S-Adenosylmethionine and other methyl donors. They summarize, "SAM-e is required in numerous methylation reactions involving nucleic acids, proteins, phospholipids, amines and other neurotransmitters. The synthesis of SAM-e is intimately linked with folate and vitamin B12 metabolism, and deficiencies of both these vitamins have been found to reduce central nervous system SAM-e concentrations. Both folate and vitamin B12 deficiency may cause similar neurological and psychiatric disturbances including depression, dementia, and peripheral neuropathy. Studies support a current theory that impaired methylation may occur by different mechanisms in several neurological and psychiatric disorders."

Metabolism
S-adenosylmethionine (SAM-e or AdoMet) is the major biological methyl donor in reactions catalyzed by methyltransferases. It is also used as a source of methylene groups (in the synthesis of cyclopropyl fatty acids), amino groups (in the synthesis of 7,8-diaminoperlagonic acid, a precursor of biotin), ribosyl groups (in the synthesis of epoxyqueuosine, a modified nucleoside in tRNAs) and aminopropyl groups (in the synthesis of ethylene and polyamines).

Research studies
Brain Dev. 2013. Treatment of Lesch-Nyhan disease with S-adenosylmethionine: Experience with five young Malaysians, including a girl. This first report of a trial therapy in Lesch-Nyhan disease children showed remarkably encouraging results that warrant larger studies.

S-Adenosylmethionine versus celecoxib for the treatment of osteoarthritis symptoms: A double-blind cross-over trial. 
BMC Musculoskelet Disorders. 2004
Studies evaluating S-Adenosylmethionine in the management of OA have been limited to Non Steroidal Anti-inflammatory Drugs (NSAIDs) for comparison. The present study compares the effectiveness of S-Adenosylmethionine to a cyclooxygenase-2 (COX-2) inhibitor (celecoxib) for pain control, functional improvement and to decrease side effects in people with osteoarthritis of the knee. A randomized double-blind cross-over study, comparing S-Adenosylmethionine (1200 mg) with celecoxib (Celebrex 200 mg) for 16 weeks to reduce pain associated with OA of the knee. Sixty-one adults diagnosed with OA of the knee were enrolled and 56 completed the study. Subjects were tested for pain, functional health, mood status, isometric joint function tests, and side effects. On the first month of Phase 1, celecoxib showed significantly more reduction in pain than S-Adenosylmethionine. By the second month of Phase 1, there was no significant difference between both groups. The duration of treatment and the interaction of duration with type of treatment were statistically significant. On most functional health measures both groups showed a notable improvement from baseline, however no significant difference between S-Adenosylmethionine and celecoxib was observed. Isometric joint function tests appeared to be steadily improving over the entire study period regardless of treatment. S-Adenosylmethionine has a slower onset of action but is as effective as celecoxib in the management of symptoms of knee osteoarthritis. Longer studies are needed to evaluate the long-term effectiveness of SAM-e and the optimal dose to be used.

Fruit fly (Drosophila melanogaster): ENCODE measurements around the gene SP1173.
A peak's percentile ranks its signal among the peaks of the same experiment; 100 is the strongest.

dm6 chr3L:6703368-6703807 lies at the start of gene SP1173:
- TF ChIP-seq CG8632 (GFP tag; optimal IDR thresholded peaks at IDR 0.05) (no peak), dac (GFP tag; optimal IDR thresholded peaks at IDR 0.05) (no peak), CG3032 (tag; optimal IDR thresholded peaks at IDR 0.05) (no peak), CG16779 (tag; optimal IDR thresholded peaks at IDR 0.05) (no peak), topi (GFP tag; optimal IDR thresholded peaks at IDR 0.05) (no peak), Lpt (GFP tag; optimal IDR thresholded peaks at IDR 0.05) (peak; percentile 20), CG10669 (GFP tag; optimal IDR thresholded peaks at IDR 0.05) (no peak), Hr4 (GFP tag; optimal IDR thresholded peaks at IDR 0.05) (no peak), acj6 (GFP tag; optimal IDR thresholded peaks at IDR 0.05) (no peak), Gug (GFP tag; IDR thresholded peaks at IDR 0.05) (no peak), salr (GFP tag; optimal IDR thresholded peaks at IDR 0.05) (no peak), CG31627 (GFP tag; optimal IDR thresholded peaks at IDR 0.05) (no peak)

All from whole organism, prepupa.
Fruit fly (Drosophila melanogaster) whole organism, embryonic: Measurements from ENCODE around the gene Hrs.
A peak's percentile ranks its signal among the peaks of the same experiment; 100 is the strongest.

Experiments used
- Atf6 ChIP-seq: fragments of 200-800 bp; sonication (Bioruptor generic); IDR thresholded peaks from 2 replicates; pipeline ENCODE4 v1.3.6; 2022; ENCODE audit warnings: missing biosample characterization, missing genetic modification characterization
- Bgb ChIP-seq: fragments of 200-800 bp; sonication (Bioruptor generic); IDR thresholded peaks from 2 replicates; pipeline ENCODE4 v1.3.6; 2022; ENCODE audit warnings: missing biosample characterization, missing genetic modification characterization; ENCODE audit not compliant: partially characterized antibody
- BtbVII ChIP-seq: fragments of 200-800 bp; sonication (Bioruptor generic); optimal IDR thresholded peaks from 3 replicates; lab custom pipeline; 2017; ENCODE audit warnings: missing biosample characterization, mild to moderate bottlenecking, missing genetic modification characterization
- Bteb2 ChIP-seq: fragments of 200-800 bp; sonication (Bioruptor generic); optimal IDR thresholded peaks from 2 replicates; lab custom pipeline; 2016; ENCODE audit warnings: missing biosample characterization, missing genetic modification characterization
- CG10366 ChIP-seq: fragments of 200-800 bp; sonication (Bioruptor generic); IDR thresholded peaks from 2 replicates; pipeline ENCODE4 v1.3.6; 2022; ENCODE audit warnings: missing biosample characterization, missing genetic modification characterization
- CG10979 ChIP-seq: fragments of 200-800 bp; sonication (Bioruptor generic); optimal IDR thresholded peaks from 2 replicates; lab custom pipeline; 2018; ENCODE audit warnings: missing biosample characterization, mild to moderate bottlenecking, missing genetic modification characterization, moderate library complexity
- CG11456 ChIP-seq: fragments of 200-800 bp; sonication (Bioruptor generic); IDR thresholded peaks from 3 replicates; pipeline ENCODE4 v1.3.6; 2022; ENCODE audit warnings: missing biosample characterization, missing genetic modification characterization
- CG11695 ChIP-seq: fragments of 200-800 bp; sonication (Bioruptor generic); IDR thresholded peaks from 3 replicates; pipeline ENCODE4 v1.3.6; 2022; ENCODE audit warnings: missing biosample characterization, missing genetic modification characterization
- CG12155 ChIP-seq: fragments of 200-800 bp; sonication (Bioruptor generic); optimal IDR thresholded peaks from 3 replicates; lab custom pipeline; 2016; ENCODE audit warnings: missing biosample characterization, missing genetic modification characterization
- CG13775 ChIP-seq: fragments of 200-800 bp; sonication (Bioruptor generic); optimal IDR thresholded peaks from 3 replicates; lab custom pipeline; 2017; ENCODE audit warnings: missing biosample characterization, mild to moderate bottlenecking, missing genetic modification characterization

S-Adenosylmethionine improves depression in patients with Parkinson's disease
Researchers at Beth Israel Medical Center in New York report a study in 13 depressed patients with Parkinson's disease. All patients had been previously treated with other antidepressant agents and had no significant benefit or had intolerable side effects. The nutraceutical was administered in doses of 800 mg per day for a period of 10 weeks. Eleven patients completed the study, and 10 had at least a 50% improvement on the Hamilton Depression Scale. One patient did not improve. Two patients prematurely terminated participation in the study because of increased anxiety. One patient experienced mild nausea, and another two patients developed mild diarrhea, which resolved spontaneously. Although uncontrolled and preliminary, this study suggests that S-Adenosylmethionine is well tolerated and may be an alternative to the antidepressant agents currently used in patients with Parkinson's disease.
   Dr. Sahelian says:
S-Adenosylmethionine is a available over the counter in a dose of 200 mg. It is widely used in Europe to treat depression and has also been somewhat helpful in treating alcoholic liver cirrhosis and osteoarthritis. I often start my patients with 100 mg in the morning and build up to a maximum of 200 mg three times a day. High doses can lead to anxiety and restlessness. Prolonged use of SAM-e should only be done under medical supervision.

Emails and comments
Q. I had heart by pass surgery. For my low mood, my Doctor suggested I try Lexapro. Before doing that I did some research on natural products I had heard about. I read your extensive report on 5-HTP and less extensive one on SAM-e. I want to try SAM-e as it appears least side effects. However I have the following question: 1. I have bought 200mg tabs made in Italy. I want to start with may be 50mg. You have mentioned that one can bite off the pill. SAM-e is enteric coated as it is supposed to act in the intestines. If one bites off a pill, will the exposed portion have any negative effect? I am very impressed with you. Very many prominent Doctors make reference about your books and works.
   A.